Morsi had pardoned hundreds of Islamists serving life-sentences for such crimes as toppling the Mubarak regime, assassinations of ministers in the early 90s and other terror-related crimes. One of those high-profile freed prisoners is Mohammed al-Zawahri, the younger brother of al-Qaeda leader Ayman al-Zawahri. The younger Zawahri immediately established himself as a religious leader, becoming the head of the Salafi Jihad movement in Egypt, . In media interviews, Zawahri began promoting ideas such as forming a religious police force and establishing a government based on Sharia. Al-Masry Al-Youm, an Egyptian English-language newspaper, quoted him last week stating that his group would bear arms if Morsi is not reinstated as president. In a phone interview with Al-Monitor, Zawahri denied making such a statement and insisted he was misquoted. He clarified that his group rejects the "coup" and that they will take to the streets in peaceful protests until Morsi is brought back. 

"We don't believe in democracy, yet our people voted and won three times — in the constitutional referendum, the parliamentary elections that brought an Islamist-dominated parliament and finally an Islamist president who was fought on every level during his term, until Sisi's tanks toppled him by an obvious coup that the United States and the European Union fail to acknowledge," Zawahri said.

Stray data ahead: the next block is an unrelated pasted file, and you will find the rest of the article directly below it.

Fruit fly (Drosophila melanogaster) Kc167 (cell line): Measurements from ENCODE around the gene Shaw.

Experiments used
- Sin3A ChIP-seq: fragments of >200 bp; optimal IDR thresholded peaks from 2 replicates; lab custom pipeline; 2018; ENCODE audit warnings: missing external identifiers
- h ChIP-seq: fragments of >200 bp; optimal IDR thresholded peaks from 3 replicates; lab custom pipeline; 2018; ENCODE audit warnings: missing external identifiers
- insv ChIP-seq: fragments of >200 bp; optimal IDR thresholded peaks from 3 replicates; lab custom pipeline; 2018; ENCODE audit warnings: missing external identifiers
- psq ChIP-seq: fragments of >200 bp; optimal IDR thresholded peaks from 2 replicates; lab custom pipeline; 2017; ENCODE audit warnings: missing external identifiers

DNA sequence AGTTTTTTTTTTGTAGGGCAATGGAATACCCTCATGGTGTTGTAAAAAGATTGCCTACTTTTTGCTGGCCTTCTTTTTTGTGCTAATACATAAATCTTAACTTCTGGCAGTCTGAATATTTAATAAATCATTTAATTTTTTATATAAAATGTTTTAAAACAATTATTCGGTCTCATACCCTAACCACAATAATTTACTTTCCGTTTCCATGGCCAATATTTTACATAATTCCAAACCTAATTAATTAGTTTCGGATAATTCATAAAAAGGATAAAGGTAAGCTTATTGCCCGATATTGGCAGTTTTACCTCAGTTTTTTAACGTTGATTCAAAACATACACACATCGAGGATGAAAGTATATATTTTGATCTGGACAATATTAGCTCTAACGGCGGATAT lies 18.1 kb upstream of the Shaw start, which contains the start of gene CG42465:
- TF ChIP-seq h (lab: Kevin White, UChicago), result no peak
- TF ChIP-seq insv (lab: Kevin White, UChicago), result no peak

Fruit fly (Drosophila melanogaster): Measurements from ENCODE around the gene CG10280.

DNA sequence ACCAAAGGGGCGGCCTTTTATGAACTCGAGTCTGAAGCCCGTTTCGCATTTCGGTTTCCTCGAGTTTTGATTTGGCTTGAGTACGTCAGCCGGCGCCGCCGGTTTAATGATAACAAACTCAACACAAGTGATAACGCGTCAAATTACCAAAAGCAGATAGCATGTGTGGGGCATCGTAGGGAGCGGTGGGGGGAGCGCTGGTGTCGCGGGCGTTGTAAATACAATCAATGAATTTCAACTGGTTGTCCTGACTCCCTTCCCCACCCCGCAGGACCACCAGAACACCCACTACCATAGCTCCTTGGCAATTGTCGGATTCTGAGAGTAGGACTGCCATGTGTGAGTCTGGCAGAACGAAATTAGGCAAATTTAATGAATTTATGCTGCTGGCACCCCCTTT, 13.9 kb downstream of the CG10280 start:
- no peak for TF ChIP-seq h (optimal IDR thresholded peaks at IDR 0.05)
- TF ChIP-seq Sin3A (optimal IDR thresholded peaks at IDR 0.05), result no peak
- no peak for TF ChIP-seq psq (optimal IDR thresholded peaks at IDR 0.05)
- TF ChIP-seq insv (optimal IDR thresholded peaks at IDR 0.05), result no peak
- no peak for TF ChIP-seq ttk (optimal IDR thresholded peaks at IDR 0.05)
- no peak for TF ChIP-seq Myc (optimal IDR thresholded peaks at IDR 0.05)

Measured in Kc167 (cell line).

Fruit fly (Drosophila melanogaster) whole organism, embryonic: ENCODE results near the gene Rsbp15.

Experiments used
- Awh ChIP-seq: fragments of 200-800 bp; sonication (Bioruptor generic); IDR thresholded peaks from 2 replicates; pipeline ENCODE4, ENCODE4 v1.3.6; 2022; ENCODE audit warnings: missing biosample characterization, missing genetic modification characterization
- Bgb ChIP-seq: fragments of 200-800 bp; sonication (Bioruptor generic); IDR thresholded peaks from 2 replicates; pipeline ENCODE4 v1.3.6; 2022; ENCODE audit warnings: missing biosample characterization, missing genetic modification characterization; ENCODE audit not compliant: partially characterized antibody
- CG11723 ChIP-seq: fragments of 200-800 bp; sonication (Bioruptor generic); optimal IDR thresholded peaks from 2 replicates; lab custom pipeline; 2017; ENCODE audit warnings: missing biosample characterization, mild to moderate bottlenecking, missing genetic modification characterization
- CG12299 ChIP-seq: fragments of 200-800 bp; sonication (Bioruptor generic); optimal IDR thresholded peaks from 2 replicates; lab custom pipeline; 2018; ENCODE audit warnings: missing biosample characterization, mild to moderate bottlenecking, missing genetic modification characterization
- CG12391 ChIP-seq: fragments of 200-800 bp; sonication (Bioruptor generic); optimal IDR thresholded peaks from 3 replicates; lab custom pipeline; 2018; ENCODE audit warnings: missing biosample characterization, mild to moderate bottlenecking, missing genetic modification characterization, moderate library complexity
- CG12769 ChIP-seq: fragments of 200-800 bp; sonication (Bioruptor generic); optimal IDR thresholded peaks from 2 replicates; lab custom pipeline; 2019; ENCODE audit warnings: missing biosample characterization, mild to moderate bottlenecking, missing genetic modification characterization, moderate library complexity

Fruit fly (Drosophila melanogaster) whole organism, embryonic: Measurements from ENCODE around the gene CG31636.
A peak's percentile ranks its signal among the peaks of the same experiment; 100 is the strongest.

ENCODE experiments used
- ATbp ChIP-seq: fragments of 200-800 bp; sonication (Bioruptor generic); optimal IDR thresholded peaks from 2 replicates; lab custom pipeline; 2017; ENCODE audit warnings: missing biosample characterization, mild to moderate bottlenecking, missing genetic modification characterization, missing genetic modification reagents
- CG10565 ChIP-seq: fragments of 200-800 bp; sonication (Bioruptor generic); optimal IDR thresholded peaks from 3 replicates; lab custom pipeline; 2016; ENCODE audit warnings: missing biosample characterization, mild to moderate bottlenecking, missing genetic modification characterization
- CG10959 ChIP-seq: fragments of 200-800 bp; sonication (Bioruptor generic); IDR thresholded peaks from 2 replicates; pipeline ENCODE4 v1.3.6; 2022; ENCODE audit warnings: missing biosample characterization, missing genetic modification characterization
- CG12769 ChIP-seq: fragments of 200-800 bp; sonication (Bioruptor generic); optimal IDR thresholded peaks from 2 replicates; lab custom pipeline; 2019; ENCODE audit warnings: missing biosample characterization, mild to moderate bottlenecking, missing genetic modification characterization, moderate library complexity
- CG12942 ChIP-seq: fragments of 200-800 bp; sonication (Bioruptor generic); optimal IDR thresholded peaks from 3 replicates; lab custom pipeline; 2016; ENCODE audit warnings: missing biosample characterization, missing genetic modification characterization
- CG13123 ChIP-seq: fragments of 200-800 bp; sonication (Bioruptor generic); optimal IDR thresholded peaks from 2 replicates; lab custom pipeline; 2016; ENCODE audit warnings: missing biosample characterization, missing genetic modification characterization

This bloody transitional period in Egypt comes during the holy month of Ramadan when Muslims fast from dawn until sunset. During last year's Ramadan, 16 soldiers were gunned down in cold blood in the town of Rafah in el-Arish as they broke their fast at sunset. No group claimed responsibility for what became known in the media as the "Ramadan massacre." Egyptians continue to blame Morsi for not apprehending the assailants, and some even point out that his Muslim Brotherhood may have been behind the killings, prompting him to sack Mohamed Hussein Tantawi, the minister of defense under Mubarak.

Sinai remains a strategic peninsula to Egypt, bordered to the east by Gaza and Israel, and by the Suez Canal to the west. It will no doubt remain in the spotlight of the transitional period Egypt is enduring.

Mohamed Fadel Fahmy is an Egyptian/Canadian freelance journalist and author of Baghdad Bound and Egyptian Freedom Story. Follow him on Twitter @Repent11